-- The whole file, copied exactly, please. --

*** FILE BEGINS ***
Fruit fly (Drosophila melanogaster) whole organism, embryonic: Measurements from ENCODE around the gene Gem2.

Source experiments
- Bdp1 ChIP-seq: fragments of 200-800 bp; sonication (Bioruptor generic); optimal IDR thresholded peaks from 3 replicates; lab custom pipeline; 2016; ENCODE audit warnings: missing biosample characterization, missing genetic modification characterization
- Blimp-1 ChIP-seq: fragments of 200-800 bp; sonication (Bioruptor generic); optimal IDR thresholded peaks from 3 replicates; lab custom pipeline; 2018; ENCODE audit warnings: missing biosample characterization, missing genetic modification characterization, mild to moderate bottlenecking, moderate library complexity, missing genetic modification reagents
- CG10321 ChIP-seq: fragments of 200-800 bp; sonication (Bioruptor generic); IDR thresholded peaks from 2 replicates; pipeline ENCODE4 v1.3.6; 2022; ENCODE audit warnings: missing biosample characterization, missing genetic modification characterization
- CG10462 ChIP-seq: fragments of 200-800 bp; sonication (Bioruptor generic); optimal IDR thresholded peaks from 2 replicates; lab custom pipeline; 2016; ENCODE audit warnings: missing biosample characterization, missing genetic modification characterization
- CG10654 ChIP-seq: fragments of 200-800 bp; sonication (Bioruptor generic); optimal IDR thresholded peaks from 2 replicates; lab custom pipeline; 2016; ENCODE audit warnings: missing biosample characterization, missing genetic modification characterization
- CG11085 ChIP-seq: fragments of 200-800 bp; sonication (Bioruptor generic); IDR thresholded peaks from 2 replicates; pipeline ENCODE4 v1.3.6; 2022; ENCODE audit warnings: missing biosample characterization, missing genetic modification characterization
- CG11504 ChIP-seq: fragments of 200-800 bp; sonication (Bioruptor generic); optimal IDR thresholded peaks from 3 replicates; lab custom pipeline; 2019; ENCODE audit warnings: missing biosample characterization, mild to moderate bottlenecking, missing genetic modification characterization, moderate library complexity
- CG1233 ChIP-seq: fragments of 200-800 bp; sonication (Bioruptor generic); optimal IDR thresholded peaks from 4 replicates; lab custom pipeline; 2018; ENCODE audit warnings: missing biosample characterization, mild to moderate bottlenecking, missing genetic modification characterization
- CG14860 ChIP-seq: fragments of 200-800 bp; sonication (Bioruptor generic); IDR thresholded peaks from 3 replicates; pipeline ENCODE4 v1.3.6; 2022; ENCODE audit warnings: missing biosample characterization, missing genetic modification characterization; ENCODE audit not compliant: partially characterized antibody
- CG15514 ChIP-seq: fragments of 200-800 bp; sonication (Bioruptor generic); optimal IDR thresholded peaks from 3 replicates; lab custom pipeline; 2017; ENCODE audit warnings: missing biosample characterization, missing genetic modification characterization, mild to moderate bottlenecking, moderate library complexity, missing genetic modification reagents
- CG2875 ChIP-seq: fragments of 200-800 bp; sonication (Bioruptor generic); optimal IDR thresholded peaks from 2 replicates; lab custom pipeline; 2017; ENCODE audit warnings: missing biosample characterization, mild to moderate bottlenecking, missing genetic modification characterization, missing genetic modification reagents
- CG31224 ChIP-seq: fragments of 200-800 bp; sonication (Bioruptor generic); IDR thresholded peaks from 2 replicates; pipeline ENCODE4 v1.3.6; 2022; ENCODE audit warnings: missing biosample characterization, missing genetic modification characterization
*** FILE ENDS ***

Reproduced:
Fruit fly (Drosophila melanogaster) whole organism, embryonic: Measurements from ENCODE around the gene Gem2.

Source experiments
- Bdp1 ChIP-seq: fragments of 200-800 bp; sonication (Bioruptor generic); optimal IDR thresholded peaks from 3 replicates; lab custom pipeline; 2016; ENCODE audit warnings: missing biosample characterization, missing genetic modification characterization
- Blimp-1 ChIP-seq: fragments of 200-800 bp; sonication (Bioruptor generic); optimal IDR thresholded peaks from 3 replicates; lab custom pipeline; 2018; ENCODE audit warnings: missing biosample characterization, missing genetic modification characterization, mild to moderate bottlenecking, moderate library complexity, missing genetic modification reagents
- CG10321 ChIP-seq: fragments of 200-800 bp; sonication (Bioruptor generic); IDR thresholded peaks from 2 replicates; pipeline ENCODE4 v1.3.6; 2022; ENCODE audit warnings: missing biosample characterization, missing genetic modification characterization
- CG10462 ChIP-seq: fragments of 200-800 bp; sonication (Bioruptor generic); optimal IDR thresholded peaks from 2 replicates; lab custom pipeline; 2016; ENCODE audit warnings: missing biosample characterization, missing genetic modification characterization
- CG10654 ChIP-seq: fragments of 200-800 bp; sonication (Bioruptor generic); optimal IDR thresholded peaks from 2 replicates; lab custom pipeline; 2016; ENCODE audit warnings: missing biosample characterization, missing genetic modification characterization
- CG11085 ChIP-seq: fragments of 200-800 bp; sonication (Bioruptor generic); IDR thresholded peaks from 2 replicates; pipeline ENCODE4 v1.3.6; 2022; ENCODE audit warnings: missing biosample characterization, missing genetic modification characterization
- CG11504 ChIP-seq: fragments of 200-800 bp; sonication (Bioruptor generic); optimal IDR thresholded peaks from 3 replicates; lab custom pipeline; 2019; ENCODE audit warnings: missing biosample characterization, mild to moderate bottlenecking, missing genetic modification characterization, moderate library complexity
- CG1233 ChIP-seq: fragments of 200-800 bp; sonication (Bioruptor generic); optimal IDR thresholded peaks from 4 replicates; lab custom pipeline; 2018; ENCODE audit warnings: missing biosample characterization, mild to moderate bottlenecking, missing genetic modification characterization
- CG14860 ChIP-seq: fragments of 200-800 bp; sonication (Bioruptor generic); IDR thresholded peaks from 3 replicates; pipeline ENCODE4 v1.3.6; 2022; ENCODE audit warnings: missing biosample characterization, missing genetic modification characterization; ENCODE audit not compliant: partially characterized antibody
- CG15514 ChIP-seq: fragments of 200-800 bp; sonication (Bioruptor generic); optimal IDR thresholded peaks from 3 replicates; lab custom pipeline; 2017; ENCODE audit warnings: missing biosample characterization, missing genetic modification characterization, mild to moderate bottlenecking, moderate library complexity, missing genetic modification reagents
- CG2875 ChIP-seq: fragments of 200-800 bp; sonication (Bioruptor generic); optimal IDR thresholded peaks from 2 replicates; lab custom pipeline; 2017; ENCODE audit warnings: missing biosample characterization, mild to moderate bottlenecking, missing genetic modification characterization, missing genetic modification reagents
- CG31224 ChIP-seq: fragments of 200-800 bp; sonication (Bioruptor generic); IDR thresholded peaks from 2 replicates; pipeline ENCODE4 v1.3.6; 2022; ENCODE audit warnings: missing biosample characterization, missing genetic modification characterization